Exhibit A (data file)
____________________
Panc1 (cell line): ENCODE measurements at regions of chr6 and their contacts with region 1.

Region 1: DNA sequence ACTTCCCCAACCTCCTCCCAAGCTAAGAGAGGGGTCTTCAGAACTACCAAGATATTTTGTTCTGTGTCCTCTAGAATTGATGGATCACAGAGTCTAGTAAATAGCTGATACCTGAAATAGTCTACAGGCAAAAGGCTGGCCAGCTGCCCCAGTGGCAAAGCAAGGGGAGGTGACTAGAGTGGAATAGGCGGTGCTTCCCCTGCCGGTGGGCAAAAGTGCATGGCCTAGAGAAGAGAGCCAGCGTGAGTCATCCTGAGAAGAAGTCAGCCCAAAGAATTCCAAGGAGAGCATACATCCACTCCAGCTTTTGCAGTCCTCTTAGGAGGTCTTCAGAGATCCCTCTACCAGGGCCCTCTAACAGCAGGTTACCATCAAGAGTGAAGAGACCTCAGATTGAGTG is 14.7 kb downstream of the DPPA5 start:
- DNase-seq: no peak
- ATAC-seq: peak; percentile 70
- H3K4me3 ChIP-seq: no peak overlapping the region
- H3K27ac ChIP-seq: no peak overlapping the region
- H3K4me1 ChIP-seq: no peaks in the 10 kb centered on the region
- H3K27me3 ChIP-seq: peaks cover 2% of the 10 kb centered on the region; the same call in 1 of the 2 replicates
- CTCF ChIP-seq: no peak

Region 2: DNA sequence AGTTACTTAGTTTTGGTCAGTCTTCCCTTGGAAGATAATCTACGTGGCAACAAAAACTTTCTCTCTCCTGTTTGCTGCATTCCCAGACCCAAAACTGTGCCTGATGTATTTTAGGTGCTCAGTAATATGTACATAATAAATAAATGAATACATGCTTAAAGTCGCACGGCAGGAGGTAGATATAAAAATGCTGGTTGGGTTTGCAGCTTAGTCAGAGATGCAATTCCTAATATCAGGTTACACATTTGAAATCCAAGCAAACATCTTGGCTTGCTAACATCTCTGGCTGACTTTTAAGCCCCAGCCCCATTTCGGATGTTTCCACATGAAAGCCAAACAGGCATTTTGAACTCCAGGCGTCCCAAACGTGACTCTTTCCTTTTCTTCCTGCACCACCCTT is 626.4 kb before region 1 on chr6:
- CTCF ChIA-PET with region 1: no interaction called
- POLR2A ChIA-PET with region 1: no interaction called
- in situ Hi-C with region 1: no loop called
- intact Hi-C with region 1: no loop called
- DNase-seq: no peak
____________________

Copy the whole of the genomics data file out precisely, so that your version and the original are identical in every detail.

Panc1 (cell line): ENCODE measurements at regions of chr6 and their contacts with region 1.

Region 1: DNA sequence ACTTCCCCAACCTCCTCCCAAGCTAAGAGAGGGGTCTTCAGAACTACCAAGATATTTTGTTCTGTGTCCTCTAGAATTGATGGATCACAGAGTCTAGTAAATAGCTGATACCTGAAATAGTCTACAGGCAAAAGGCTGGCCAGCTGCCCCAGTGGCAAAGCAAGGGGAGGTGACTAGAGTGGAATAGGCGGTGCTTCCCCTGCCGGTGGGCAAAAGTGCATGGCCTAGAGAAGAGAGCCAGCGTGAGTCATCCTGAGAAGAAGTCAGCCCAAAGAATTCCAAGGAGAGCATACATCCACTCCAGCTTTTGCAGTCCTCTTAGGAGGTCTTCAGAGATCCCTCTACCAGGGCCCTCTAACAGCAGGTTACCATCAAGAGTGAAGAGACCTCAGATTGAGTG is 14.7 kb downstream of the DPPA5 start:
- DNase-seq: no peak
- ATAC-seq: peak; percentile 70
- H3K4me3 ChIP-seq: no peak overlapping the region
- H3K27ac ChIP-seq: no peak overlapping the region
- H3K4me1 ChIP-seq: no peaks in the 10 kb centered on the region
- H3K27me3 ChIP-seq: peaks cover 2% of the 10 kb centered on the region; the same call in 1 of the 2 replicates
- CTCF ChIP-seq: no peak

Region 2: DNA sequence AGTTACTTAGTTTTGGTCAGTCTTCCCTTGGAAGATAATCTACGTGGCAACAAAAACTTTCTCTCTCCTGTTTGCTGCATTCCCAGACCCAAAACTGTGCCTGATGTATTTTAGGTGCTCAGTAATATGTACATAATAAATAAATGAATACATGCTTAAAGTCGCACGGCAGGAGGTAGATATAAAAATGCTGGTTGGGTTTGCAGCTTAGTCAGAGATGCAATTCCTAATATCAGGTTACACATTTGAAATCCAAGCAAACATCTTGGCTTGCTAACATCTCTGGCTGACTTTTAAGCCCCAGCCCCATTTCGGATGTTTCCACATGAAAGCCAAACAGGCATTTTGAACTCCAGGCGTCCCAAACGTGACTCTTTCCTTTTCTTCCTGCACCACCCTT is 626.4 kb before region 1 on chr6:
- CTCF ChIA-PET with region 1: no interaction called
- POLR2A ChIA-PET with region 1: no interaction called
- in situ Hi-C with region 1: no loop called
- intact Hi-C with region 1: no loop called
- DNase-seq: no peak